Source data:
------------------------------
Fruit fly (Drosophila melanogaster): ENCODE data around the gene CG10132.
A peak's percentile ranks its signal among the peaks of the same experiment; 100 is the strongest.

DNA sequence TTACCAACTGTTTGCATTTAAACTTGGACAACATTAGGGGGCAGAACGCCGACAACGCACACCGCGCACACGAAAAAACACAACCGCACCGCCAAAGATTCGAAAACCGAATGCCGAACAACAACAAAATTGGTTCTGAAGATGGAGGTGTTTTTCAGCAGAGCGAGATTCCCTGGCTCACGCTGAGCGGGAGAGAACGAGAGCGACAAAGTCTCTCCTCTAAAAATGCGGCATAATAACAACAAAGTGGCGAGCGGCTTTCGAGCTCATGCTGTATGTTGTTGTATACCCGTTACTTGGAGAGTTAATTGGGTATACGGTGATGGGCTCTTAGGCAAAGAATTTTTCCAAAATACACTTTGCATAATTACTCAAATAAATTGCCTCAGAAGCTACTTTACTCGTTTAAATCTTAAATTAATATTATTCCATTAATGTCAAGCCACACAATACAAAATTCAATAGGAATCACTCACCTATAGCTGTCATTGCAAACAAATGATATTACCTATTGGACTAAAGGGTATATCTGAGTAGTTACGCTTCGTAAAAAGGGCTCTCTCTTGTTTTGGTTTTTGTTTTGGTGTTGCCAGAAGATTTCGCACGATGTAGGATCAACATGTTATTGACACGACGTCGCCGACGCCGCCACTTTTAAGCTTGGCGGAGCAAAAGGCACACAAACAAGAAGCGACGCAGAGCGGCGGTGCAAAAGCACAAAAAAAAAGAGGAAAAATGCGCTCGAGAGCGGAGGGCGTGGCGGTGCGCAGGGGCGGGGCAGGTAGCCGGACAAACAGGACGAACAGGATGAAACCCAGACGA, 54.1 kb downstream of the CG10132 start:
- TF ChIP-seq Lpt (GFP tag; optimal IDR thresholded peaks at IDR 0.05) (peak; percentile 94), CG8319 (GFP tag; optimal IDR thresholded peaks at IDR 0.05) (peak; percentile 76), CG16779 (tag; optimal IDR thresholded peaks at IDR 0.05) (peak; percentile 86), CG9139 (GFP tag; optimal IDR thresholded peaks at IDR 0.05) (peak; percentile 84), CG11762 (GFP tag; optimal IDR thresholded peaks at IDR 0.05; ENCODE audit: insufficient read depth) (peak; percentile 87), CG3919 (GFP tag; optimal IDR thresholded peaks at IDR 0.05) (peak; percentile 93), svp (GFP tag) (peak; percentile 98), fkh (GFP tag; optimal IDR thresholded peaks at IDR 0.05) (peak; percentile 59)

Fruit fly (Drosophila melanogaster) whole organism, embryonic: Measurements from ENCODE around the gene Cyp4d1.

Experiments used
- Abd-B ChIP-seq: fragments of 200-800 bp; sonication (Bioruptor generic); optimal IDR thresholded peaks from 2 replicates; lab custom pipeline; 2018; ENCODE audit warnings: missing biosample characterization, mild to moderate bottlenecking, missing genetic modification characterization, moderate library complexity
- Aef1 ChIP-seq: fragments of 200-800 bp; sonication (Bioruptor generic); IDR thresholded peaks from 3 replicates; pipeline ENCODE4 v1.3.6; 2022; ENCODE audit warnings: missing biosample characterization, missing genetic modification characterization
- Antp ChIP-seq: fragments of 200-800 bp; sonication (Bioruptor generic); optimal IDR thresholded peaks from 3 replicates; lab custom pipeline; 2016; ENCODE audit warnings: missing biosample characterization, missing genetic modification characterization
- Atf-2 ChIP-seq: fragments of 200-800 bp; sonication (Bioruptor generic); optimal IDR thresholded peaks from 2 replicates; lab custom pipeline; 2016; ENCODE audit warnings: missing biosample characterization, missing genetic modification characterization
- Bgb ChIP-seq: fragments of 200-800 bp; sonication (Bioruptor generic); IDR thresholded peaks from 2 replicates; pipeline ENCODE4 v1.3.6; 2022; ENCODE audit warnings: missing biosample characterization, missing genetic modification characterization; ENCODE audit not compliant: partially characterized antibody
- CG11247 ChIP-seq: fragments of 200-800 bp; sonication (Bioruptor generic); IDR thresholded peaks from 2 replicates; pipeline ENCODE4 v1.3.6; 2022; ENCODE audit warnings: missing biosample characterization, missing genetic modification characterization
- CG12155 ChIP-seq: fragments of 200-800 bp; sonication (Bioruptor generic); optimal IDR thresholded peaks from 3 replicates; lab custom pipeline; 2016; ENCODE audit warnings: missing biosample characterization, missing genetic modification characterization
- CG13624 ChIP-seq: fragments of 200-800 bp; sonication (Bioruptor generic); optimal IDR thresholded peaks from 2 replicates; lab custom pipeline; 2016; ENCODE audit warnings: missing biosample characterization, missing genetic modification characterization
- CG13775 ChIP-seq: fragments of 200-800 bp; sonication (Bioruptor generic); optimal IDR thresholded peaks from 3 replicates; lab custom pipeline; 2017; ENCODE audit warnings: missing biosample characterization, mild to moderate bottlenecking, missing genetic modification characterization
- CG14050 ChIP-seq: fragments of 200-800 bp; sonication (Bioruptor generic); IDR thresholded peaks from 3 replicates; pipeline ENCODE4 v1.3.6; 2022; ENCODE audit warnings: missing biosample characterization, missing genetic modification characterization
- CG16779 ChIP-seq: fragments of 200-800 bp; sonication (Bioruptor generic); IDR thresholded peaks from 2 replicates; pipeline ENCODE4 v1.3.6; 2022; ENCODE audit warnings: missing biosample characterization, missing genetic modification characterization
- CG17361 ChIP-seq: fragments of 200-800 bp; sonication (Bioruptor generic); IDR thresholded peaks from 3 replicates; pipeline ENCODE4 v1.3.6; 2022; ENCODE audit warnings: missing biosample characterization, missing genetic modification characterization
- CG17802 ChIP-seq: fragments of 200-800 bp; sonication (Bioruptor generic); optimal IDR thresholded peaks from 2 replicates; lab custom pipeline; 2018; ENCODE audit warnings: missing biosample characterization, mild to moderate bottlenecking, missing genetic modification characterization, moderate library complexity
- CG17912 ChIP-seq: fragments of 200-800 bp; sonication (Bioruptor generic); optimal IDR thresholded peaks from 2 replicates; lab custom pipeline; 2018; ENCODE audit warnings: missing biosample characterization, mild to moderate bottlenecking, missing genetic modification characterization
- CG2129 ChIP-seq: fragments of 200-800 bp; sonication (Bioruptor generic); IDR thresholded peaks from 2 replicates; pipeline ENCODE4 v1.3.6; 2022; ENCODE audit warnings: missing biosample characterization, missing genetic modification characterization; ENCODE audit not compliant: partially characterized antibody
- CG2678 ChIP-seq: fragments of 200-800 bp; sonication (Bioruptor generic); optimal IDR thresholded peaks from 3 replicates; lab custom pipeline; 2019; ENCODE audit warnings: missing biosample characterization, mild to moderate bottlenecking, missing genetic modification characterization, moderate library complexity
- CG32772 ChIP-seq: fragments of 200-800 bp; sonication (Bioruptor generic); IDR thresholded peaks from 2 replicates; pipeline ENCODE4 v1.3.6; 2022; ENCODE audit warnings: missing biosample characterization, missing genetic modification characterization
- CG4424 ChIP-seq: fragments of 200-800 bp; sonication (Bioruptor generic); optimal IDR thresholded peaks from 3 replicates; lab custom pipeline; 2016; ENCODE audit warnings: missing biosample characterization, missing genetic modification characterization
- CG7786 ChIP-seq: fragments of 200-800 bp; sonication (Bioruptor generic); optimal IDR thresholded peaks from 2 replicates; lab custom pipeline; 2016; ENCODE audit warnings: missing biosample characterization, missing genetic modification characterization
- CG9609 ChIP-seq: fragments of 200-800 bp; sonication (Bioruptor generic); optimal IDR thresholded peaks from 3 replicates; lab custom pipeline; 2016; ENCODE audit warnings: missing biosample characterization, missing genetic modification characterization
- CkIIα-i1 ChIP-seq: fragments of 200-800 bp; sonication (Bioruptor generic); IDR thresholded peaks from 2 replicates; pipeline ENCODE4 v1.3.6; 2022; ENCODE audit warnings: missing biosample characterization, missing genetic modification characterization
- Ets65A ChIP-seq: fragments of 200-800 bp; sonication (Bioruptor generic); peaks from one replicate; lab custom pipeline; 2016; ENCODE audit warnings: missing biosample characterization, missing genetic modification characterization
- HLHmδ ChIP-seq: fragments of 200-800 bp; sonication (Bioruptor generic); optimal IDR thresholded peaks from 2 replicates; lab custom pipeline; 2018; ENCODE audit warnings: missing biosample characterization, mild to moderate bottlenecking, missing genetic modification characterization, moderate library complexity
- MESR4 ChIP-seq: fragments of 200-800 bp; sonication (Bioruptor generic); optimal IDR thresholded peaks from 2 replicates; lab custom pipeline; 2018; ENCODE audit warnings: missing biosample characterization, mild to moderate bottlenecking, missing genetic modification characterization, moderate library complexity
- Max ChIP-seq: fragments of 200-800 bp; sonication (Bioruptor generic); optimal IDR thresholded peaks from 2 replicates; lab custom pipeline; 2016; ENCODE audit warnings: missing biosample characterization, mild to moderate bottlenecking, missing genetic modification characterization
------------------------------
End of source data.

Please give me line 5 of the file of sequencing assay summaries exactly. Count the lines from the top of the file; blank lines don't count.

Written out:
Fruit fly (Drosophila melanogaster) whole organism, embryonic: Measurements from ENCODE around the gene Cyp4d1.